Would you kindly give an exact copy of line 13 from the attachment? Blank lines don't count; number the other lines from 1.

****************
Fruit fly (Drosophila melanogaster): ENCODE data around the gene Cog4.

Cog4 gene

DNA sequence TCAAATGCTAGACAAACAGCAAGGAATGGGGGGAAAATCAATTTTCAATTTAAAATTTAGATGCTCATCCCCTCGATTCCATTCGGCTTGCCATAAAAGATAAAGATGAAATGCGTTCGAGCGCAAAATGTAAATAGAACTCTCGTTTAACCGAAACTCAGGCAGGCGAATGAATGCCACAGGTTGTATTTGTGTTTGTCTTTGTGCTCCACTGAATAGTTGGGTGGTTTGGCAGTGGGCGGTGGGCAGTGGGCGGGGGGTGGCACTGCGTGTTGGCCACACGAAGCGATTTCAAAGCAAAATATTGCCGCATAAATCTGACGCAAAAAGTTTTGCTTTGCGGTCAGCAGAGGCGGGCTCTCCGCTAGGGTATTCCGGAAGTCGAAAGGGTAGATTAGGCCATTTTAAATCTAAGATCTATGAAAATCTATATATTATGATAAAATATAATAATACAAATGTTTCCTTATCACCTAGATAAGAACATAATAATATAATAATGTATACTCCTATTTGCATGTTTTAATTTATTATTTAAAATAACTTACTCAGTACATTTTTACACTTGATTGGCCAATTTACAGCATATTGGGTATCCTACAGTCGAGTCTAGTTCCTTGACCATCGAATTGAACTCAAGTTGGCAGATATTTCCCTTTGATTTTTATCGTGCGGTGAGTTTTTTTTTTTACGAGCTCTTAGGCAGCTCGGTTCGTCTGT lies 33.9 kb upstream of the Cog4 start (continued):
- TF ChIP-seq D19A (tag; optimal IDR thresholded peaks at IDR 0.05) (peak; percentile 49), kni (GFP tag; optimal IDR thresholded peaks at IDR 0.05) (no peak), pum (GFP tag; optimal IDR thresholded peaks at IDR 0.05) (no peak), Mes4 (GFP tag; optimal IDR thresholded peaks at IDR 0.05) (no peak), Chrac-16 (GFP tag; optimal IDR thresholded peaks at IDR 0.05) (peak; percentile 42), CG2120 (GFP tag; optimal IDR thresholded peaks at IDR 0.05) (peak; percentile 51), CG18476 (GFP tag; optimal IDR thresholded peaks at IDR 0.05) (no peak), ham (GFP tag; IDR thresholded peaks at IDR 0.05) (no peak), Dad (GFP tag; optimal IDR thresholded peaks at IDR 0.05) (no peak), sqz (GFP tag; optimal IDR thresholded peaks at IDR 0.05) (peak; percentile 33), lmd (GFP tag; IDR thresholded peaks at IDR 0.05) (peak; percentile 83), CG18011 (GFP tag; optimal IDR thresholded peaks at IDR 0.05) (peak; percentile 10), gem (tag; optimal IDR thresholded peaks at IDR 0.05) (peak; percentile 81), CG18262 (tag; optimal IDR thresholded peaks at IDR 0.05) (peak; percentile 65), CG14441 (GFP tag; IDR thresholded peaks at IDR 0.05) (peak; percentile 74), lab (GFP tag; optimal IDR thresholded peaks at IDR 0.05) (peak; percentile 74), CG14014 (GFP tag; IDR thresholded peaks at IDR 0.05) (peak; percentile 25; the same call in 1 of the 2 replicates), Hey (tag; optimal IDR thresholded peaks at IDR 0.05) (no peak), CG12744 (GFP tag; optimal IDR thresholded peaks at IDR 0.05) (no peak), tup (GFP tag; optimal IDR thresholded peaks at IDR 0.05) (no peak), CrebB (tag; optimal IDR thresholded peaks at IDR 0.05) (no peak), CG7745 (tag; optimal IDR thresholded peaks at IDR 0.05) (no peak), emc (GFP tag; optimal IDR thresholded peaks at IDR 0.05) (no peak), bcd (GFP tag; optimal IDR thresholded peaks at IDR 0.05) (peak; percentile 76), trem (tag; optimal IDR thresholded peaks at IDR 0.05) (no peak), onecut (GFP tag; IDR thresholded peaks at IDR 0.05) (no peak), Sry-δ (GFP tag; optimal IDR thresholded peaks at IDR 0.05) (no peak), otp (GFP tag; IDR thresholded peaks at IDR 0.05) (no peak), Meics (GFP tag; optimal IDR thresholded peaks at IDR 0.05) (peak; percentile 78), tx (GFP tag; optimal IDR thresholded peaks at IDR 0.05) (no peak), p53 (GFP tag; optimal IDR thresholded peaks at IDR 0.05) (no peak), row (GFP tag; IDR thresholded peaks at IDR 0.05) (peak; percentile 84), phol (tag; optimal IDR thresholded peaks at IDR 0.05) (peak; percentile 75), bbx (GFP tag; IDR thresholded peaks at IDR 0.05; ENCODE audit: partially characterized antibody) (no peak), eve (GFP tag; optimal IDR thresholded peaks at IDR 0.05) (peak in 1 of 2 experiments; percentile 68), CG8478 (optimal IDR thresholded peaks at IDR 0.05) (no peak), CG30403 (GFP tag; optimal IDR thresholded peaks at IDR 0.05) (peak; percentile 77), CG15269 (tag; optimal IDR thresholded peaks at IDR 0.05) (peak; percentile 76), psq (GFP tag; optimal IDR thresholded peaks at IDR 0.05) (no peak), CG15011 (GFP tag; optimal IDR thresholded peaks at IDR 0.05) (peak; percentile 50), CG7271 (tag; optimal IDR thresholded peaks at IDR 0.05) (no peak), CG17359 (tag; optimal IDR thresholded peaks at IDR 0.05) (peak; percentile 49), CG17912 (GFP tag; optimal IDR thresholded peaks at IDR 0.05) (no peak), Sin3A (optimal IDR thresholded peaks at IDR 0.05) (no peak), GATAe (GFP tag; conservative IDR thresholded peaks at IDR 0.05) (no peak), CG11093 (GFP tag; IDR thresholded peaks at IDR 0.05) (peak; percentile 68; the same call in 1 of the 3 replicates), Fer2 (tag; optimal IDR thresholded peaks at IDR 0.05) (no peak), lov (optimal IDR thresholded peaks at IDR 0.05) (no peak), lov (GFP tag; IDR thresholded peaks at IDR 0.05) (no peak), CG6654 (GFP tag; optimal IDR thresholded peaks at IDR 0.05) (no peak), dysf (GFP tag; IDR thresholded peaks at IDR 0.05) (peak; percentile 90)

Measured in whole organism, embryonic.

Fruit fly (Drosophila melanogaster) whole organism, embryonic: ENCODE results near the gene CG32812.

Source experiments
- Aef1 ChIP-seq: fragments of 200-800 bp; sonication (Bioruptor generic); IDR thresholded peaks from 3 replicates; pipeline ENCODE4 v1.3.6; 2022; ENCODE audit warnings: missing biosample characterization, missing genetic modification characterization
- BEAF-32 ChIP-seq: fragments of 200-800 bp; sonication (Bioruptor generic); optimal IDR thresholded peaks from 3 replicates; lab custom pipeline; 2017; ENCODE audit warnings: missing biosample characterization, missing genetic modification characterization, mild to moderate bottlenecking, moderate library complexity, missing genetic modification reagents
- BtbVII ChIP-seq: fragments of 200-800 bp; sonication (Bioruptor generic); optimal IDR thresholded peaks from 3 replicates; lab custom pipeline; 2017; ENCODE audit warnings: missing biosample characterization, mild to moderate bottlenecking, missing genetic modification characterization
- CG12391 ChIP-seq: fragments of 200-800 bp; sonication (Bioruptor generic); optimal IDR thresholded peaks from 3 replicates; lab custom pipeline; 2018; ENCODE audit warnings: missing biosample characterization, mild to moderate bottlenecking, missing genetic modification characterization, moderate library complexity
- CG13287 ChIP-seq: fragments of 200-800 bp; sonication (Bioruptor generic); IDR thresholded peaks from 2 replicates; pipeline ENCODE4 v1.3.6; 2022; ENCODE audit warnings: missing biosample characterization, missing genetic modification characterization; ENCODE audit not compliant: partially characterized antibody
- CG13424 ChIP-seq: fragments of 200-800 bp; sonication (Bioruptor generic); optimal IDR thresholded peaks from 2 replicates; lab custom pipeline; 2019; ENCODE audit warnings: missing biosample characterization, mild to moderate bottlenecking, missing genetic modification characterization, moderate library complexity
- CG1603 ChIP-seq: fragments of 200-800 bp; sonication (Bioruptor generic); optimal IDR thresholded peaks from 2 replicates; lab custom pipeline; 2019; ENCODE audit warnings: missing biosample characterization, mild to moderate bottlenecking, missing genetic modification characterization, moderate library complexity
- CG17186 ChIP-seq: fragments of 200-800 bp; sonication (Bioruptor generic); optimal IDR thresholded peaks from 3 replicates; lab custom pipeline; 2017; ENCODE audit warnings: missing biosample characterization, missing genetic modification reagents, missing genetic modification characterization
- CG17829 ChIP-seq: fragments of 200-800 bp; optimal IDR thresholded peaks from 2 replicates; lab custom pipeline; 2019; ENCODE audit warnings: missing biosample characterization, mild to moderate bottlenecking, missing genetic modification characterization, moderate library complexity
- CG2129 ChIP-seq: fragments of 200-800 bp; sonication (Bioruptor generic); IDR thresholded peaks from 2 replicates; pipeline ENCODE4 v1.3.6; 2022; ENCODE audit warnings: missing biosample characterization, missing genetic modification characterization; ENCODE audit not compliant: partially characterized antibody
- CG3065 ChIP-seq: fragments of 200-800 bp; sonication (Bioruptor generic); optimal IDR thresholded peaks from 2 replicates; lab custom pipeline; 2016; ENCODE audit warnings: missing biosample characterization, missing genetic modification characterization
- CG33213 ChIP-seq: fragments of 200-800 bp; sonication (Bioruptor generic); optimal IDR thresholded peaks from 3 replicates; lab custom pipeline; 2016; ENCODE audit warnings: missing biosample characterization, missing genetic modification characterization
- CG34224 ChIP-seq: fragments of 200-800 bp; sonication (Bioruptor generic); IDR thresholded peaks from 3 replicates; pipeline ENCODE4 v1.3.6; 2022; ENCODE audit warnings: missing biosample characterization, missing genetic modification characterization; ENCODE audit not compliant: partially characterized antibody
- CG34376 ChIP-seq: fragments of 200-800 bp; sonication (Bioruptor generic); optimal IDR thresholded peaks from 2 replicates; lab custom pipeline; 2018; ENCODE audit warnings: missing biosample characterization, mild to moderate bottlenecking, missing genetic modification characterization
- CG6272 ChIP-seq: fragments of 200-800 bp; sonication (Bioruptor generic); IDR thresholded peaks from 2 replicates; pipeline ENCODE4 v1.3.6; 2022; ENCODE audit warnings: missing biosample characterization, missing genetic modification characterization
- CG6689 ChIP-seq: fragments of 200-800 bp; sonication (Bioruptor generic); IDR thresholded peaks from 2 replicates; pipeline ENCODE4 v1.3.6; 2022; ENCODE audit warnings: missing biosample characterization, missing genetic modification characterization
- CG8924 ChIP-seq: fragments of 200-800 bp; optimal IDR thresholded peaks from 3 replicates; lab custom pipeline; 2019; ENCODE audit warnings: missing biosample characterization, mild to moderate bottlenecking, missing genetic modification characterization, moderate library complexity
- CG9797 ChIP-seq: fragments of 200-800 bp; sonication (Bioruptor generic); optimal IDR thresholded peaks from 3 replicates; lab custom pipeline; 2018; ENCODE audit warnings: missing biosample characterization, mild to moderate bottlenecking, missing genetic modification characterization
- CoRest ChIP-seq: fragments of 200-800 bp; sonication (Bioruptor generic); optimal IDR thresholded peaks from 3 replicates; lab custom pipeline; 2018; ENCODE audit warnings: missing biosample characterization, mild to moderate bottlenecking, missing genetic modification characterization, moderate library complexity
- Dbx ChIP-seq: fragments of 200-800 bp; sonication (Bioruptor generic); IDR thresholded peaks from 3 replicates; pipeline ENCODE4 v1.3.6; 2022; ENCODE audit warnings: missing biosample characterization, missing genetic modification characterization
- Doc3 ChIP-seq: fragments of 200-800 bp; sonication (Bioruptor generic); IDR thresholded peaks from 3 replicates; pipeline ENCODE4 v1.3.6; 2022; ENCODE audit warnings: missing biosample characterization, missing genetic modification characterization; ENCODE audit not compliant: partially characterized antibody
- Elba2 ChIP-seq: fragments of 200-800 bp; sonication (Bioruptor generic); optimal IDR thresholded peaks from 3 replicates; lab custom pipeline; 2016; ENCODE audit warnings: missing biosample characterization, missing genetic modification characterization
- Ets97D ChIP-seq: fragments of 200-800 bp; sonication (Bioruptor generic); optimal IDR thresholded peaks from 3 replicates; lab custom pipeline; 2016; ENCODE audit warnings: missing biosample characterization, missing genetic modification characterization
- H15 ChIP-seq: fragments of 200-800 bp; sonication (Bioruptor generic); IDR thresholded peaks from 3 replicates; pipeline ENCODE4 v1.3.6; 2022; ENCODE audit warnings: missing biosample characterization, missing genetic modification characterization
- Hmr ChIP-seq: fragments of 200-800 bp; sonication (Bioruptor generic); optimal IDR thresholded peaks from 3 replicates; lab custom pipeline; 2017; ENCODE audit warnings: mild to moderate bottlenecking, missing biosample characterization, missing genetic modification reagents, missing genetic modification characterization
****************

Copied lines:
- CG13424 ChIP-seq: fragments of 200-800 bp; sonication (Bioruptor generic); optimal IDR thresholded peaks from 2 replicates; lab custom pipeline; 2019; ENCODE audit warnings: missing biosample characterization, mild to moderate bottlenecking, missing genetic modification characterization, moderate library complexity